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A Complicated Week for Women’s Rights in the USAF

Written by on Friday, June 1st, 2012

It’s been a complicated week for women in the United States Air Force. One woman is breaking records and challenging gender stereotypes, while a few other women are in hot water for taking a stand.

Let’s start with our best foot forward, shall we? Col. Jeannie Leavitt is a big name for women in the USAF. Not only did she become the USAF’s first female fighter pilot back in 1993, but she also just secured the honor of being the first woman to take command of a fighter wing. The ceremony, which is taking place today, will give Col. Leavitt command of the 4th Fighter Wing at Seymour Johnson Air Force Base in North Carolina. This will put 5,000 duty men and women and 12,000 civilians under her instruction. If we may be so bold: You go, girl!

Col. Leavitt is confident that this is a decision based on merit rather than the Air Force trying to make a political statement. She said, “People began to see that we were [flying fighter jets] because of our abilities and not our gender.” She backs up that statement with a rather lengthy resume. She’s logged over 2,500 hours in the F-15, which includes 300 hours over Iraq and Afghanistan.

Maj. Gen. Lawrence Wells, Leavitt’s superior, had only good things to say about her: “She’s a great wingman. She has everything she needs to be a great valium purchase online commander.” Wells flew with Leavitt in Iraq.

Meanwhile, Senior Airman Terran Echegoyen-McCabe and Staff Sgt. Christina Luna are in hot water after a photoshoot. These military mothers each donned their uniforms and allowed pictures to be taken of them in support of Breastfeeding Awareness Month, and now the two women are facing harsh criticism. Click here to see the picture.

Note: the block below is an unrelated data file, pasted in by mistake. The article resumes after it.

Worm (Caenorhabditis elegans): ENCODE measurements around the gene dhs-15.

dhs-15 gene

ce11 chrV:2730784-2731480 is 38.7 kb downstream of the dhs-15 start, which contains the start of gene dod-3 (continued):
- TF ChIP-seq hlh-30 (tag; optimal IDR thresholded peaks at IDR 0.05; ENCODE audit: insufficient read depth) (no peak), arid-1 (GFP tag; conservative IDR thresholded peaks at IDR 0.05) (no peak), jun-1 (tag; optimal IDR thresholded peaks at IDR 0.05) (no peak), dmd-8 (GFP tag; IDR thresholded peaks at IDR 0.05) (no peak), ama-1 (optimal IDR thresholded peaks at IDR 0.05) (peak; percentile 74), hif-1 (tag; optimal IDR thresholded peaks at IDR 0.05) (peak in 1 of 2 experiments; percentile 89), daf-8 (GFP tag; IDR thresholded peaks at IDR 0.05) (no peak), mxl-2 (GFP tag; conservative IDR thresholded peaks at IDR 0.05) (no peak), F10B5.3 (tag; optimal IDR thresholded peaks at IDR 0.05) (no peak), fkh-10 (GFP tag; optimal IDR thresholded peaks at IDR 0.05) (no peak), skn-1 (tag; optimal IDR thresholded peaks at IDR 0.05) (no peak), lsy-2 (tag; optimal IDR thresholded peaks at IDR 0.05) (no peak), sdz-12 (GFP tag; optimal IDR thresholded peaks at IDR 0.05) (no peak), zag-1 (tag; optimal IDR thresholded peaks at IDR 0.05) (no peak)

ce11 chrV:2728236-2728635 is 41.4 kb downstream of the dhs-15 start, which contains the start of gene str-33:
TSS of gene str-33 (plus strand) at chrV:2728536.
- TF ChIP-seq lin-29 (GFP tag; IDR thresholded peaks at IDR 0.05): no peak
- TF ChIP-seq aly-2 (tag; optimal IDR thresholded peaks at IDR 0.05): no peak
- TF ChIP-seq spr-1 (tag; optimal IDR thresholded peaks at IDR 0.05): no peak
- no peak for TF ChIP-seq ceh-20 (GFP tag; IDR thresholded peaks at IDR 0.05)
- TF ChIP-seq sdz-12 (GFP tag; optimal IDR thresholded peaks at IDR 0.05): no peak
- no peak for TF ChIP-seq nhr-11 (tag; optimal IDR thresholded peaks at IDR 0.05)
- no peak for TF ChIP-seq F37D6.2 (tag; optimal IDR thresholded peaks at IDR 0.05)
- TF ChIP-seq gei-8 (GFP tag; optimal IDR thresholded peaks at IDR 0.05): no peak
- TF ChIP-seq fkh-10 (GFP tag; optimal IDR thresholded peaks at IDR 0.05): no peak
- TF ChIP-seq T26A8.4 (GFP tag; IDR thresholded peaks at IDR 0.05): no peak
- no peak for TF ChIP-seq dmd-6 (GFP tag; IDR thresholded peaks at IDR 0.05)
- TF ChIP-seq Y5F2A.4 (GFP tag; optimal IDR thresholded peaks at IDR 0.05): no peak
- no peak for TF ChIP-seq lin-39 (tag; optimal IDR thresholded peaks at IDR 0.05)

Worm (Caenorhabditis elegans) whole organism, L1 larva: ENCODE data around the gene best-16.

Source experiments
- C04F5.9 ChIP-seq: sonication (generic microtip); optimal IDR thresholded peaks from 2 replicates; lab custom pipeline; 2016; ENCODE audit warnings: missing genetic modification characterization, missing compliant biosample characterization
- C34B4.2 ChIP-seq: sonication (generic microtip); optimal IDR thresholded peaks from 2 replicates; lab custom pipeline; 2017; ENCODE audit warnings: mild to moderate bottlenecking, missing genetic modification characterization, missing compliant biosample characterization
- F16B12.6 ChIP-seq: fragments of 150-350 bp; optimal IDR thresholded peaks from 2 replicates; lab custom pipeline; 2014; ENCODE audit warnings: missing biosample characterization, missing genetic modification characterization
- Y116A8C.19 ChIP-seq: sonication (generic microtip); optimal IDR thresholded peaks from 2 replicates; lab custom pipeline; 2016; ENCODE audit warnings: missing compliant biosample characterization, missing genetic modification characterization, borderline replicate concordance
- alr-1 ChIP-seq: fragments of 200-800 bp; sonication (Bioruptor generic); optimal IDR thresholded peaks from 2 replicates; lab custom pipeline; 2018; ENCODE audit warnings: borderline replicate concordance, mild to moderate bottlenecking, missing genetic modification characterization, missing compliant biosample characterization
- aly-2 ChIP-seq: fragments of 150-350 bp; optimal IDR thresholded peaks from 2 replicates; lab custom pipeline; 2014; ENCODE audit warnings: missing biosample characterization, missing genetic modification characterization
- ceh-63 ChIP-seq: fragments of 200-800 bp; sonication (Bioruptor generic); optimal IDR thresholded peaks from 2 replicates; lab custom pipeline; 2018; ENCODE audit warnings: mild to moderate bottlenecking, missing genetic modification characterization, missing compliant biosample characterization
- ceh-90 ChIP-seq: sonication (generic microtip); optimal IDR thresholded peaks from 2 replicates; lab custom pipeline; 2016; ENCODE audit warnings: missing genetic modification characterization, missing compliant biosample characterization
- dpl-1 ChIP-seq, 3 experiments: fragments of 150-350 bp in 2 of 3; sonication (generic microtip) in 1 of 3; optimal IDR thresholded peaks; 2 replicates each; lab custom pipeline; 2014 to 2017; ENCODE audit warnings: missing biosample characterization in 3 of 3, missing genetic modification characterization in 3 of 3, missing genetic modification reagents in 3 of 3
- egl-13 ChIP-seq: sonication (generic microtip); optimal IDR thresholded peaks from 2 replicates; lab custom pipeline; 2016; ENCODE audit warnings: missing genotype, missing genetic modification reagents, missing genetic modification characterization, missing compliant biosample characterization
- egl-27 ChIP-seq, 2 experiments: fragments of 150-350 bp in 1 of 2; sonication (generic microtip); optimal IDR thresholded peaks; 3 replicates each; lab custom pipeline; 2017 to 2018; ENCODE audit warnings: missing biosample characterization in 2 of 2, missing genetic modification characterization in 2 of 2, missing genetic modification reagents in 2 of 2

But don’t read this as a crusade by the Department of Defense or the US government against breastfeeding. The USAF does not particularly care about breastfeeding one way or another and does not have an official policy about breastfeeding in uniform. The problem, according to Capt. Keith Kosik, is that they were endorsing an outside cause.

The USAF has a very clear and strict policy about what servicemen and servicewomen aren’t allowed to do while in uniform. They abslutely cannot wear their uniform while endorsing a cause, a product, or to imply an endorsement. Kosik explains the problem, “The uniform was misused. That’s against regulations. […] Our issue is not, nor has it ever been, about breastfeeding. It has to do with honoring the uniform and making sure it’s not misused. I can’t wear my uniform to a political rally, to try to sell you something, or push an ideology.”

Overall, it sounds like an ever-so-slight loss and a major win for the fight for women’s rights in the military.

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